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Human Rights & Civil Liberties

Human Rights & Civil Liberties

After Minneapolis police shooting of Justine Damond, it's time to decide who runs this town.

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Justine Damond “was the bright light the world needed today,” cried out friend Denise Houser as she visited the makeshift memorial that was left at the scene where a Minneapolis police officer shot and killed Damond on Saturday night. Elizabeth Flores; Star Tribune 

  • I say it's us civilians, and we insist on the reforms the Police Department resists and its political patrons have shrunk from. 
  • Right now, as a lifelong Minneapolitan, I’m ashamed for my community.
  • Related: Sally Yates Rips Jeff Sessions’ Defense For Harsher Criminal Sentences

Richard G. Carlson, Minneapolis (MN) Star Tribune 

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http://evergreenedigest.org/sites/default/files/Defend%20Civil%20Liberties%20Graphic_1.jpg July 18, 2017 | Thomas Falloon, one of my paternal great-great-grandfathers, arrived here in Minneapolis from Ireland around the time of the Civil War. His daughter, my great-grandmother Priscilla, was born in Minneapolis in 1866. A maternal great-grandfather, Daniel Carroll, who arrived in the 1880s, was organizing labor unions in Minneapolis at the turn of the 20th century. His son, my grandfather William Carroll, was also a union organizer, and was there in the pitched battle between union men and law enforcement on First Avenue in 1934. I became an assistant public defender here in 1982 and retired in 2010. My two multiracial granddaughters are seventh-generation Minneapolitans.

We’ve been here for a long time. We’ve been progressives for a long time. And right now, as a lifelong Minneapolitan, I’m ashamed for my community.

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Richard G. Carlson, of Minneapolis, is a retired assistant Hennepin County public defender.

Full story … 

Related:

Sally Yates Rips Jeff Sessions’ Defense For Harsher Criminal Sentences, Sam Levine, HuffPost 

  • “While there is always room to debate the most effective approach to criminal justice, that debate should be based on facts, not fear.”
  • Related: Smart on Crime: An Alternative to the Tough vs. Soft Debate
  • Related: Prison Reform: Justice vs. Revenge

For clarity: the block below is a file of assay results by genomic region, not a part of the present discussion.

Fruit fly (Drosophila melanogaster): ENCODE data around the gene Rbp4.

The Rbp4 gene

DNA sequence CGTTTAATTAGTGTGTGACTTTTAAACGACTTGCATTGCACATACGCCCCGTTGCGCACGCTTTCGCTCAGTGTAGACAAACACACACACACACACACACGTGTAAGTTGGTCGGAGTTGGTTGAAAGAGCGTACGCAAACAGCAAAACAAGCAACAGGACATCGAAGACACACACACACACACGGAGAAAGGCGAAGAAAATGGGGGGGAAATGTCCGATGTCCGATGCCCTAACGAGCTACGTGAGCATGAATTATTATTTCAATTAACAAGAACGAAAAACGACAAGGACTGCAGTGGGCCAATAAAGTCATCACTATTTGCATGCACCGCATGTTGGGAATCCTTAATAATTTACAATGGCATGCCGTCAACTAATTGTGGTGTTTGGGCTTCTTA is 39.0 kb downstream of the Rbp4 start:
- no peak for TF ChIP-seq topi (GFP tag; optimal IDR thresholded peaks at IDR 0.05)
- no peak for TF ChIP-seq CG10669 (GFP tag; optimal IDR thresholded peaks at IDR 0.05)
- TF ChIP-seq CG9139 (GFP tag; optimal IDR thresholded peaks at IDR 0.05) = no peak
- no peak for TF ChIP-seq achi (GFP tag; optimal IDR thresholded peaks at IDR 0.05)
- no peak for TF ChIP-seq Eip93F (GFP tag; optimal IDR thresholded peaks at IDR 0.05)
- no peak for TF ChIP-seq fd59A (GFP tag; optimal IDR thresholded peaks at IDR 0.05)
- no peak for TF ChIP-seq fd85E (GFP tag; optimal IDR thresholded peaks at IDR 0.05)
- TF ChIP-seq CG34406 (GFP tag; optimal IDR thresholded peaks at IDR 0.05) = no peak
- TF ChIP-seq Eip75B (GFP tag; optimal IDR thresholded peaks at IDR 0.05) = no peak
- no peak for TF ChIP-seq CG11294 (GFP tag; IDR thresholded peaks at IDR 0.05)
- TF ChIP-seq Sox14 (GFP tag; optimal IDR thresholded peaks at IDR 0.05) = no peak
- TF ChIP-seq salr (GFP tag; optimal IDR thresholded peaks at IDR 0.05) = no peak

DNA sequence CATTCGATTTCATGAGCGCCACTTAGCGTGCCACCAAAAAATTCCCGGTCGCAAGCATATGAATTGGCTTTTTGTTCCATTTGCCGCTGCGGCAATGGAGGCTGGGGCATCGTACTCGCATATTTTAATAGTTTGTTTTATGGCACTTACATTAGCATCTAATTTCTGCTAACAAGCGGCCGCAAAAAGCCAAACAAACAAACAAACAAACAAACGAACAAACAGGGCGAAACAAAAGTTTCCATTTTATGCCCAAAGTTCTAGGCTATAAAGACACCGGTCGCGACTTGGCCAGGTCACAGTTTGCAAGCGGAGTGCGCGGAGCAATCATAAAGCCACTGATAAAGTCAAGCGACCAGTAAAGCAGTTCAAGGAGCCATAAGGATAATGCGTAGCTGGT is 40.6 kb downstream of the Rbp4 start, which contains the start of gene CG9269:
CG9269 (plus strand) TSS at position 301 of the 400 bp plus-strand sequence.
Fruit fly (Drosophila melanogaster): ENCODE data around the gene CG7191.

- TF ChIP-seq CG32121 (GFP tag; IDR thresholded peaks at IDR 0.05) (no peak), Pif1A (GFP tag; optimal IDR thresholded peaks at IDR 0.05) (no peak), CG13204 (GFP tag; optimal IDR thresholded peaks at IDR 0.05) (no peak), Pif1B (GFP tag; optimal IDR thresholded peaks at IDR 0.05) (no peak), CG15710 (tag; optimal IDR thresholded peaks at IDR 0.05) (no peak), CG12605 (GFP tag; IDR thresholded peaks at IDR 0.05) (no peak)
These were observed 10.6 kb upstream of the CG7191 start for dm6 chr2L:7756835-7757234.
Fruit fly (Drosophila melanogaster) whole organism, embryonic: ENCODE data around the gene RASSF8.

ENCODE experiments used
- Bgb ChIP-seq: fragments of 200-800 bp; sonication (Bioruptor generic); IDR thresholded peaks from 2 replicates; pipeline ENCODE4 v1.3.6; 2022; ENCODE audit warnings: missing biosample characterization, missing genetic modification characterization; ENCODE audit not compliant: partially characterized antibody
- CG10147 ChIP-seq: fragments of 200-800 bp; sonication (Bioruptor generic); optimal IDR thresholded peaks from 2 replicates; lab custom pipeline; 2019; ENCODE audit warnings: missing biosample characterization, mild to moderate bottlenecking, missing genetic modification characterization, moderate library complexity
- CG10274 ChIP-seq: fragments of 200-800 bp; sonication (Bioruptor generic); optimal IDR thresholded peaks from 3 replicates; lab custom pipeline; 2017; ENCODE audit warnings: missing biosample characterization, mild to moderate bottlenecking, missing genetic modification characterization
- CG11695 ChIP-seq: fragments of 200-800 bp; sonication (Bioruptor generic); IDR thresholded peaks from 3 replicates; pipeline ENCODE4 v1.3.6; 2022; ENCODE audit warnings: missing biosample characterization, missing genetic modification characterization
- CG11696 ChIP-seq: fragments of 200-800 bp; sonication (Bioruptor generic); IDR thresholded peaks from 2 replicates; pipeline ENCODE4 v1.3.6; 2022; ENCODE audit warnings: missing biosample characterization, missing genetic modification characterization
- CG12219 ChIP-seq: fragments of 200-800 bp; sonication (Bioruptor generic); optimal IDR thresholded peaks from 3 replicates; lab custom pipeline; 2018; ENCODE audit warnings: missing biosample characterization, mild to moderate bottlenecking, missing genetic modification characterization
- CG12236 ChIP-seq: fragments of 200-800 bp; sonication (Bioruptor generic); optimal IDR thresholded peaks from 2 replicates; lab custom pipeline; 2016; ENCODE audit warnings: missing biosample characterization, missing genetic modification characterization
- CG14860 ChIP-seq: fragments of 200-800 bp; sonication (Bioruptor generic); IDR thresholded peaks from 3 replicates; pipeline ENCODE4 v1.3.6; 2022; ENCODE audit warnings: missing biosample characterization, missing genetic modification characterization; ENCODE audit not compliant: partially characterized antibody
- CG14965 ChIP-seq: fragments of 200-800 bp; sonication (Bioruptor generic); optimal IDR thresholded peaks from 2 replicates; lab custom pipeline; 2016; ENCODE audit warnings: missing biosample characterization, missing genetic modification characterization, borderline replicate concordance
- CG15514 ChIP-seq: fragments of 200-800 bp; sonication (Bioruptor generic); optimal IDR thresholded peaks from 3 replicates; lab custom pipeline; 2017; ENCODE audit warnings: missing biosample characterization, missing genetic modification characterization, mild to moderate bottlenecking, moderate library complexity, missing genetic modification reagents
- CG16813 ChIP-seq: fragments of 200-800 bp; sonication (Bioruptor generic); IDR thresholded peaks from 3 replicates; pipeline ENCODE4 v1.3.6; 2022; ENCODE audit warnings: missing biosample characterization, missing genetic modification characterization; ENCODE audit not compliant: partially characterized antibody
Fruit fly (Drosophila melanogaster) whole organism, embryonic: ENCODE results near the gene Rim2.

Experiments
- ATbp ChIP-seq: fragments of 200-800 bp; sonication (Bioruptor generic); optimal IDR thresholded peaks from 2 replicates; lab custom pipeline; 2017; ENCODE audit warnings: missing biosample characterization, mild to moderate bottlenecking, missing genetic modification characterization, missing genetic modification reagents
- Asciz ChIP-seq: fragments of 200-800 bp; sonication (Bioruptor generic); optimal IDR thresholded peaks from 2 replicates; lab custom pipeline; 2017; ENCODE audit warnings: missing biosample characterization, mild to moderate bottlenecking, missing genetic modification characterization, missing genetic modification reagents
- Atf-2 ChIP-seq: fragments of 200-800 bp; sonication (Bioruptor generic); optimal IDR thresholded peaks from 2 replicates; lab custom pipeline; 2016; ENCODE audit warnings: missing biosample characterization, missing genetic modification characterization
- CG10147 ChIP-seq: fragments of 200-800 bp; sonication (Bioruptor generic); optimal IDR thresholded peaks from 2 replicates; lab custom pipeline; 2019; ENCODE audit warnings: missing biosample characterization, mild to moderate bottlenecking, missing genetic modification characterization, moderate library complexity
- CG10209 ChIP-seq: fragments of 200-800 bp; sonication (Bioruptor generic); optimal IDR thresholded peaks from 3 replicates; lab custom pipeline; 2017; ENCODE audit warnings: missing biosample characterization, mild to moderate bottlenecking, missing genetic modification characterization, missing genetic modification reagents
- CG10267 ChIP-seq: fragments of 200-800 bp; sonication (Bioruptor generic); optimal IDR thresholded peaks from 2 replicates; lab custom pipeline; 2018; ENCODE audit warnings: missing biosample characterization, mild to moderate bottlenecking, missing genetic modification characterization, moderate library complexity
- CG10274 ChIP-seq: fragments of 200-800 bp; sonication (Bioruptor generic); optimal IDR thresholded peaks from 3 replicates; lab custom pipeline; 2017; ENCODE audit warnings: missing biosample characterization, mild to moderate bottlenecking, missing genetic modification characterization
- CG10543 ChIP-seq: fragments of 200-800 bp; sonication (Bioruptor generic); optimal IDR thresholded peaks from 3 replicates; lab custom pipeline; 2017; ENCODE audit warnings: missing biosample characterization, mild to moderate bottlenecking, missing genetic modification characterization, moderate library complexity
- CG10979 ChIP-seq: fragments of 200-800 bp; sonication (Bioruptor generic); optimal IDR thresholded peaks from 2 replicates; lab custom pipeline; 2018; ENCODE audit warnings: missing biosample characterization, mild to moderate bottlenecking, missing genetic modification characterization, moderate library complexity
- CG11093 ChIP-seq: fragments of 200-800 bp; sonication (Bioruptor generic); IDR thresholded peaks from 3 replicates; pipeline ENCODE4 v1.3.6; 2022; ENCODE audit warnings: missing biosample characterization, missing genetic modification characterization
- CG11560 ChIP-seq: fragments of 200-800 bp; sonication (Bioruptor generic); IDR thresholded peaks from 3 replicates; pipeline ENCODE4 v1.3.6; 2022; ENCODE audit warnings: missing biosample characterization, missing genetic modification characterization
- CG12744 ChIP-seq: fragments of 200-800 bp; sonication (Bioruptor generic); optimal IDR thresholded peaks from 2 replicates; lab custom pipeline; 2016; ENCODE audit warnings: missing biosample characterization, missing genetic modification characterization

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A new American revolution: Can we find the language — and build a movement — to break out of our nation’s culture of cruelty?

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  • Fighting back against the right's politics of exclusion can be a path toward rebuilding American democracy.
  • Related: Sally Yates Rips Jeff Sessions’ Defense For Harsher Criminal Sentences

Henry A. Giroux, Salon

Tuesday, Jul 4, 2017 | The health care reform bills proposed by Republicans in the House and Senate have generated heated discussions across a vast ideological and political spectrum. On the right, senators such as Rand Paul and Ted Cruz have endorsed a new level of cruelty – one that has a long history among the radical right — by arguing that the current Senate bill does not cut enough social services and provisions for the poor, children, the elderly and other vulnerable groups and needs to be even more friendly to corporate interests by providing massive tax cuts for the wealthiest Americans.

Among right-wing pundits, the message is similar. For instance, Fox News commentator Lisa Kennedy Montgomery, in a discussion about the Senate bill, stated without apparent irony that rising public concerns over the suffering, misery and death that would result from this policy bordered on “hysteria” since “we are all going to die anyway.” Montgomery’s ignorance about the relationship between access to health care and lower mortality rates is about more than ignorance. It is about a culture of cruelty that is buttressed by a moral coma.

Henry A. Giroux currently holds the Global TV Network Chair Professorship at McMaster University in the English and Cultural Studies Department and a Distinguished Visiting Professorship at Ryerson University.